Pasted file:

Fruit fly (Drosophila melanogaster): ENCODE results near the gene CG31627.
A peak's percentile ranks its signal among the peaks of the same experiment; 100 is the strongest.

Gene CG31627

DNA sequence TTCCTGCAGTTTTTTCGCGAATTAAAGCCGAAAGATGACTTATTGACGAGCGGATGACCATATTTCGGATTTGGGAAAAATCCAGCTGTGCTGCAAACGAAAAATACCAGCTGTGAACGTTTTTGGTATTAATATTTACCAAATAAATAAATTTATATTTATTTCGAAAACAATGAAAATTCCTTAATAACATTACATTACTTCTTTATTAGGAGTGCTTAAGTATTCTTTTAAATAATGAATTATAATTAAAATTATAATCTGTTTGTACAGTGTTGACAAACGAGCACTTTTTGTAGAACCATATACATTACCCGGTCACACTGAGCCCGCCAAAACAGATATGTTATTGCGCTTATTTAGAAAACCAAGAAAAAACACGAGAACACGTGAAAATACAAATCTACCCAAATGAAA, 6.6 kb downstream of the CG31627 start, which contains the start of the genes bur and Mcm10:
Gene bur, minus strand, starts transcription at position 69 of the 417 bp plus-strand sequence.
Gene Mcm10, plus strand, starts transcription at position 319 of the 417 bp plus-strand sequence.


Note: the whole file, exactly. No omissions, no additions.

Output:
Fruit fly (Drosophila melanogaster): ENCODE results near the gene CG31627.
A peak's percentile ranks its signal among the peaks of the same experiment; 100 is the strongest.

Gene CG31627

DNA sequence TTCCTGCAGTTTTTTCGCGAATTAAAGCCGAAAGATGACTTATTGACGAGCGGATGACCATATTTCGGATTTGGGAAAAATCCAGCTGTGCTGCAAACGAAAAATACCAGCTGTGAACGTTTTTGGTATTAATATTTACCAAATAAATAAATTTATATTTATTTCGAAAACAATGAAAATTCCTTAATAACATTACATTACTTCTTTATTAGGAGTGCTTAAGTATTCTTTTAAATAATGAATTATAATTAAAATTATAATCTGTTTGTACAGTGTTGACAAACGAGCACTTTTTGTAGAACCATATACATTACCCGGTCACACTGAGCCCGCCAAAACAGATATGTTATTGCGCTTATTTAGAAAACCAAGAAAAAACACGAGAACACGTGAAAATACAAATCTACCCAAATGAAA, 6.6 kb downstream of the CG31627 start, which contains the start of the genes bur and Mcm10:
Gene bur, minus strand, starts transcription at position 69 of the 417 bp plus-strand sequence.
Gene Mcm10, plus strand, starts transcription at position 319 of the 417 bp plus-strand sequence.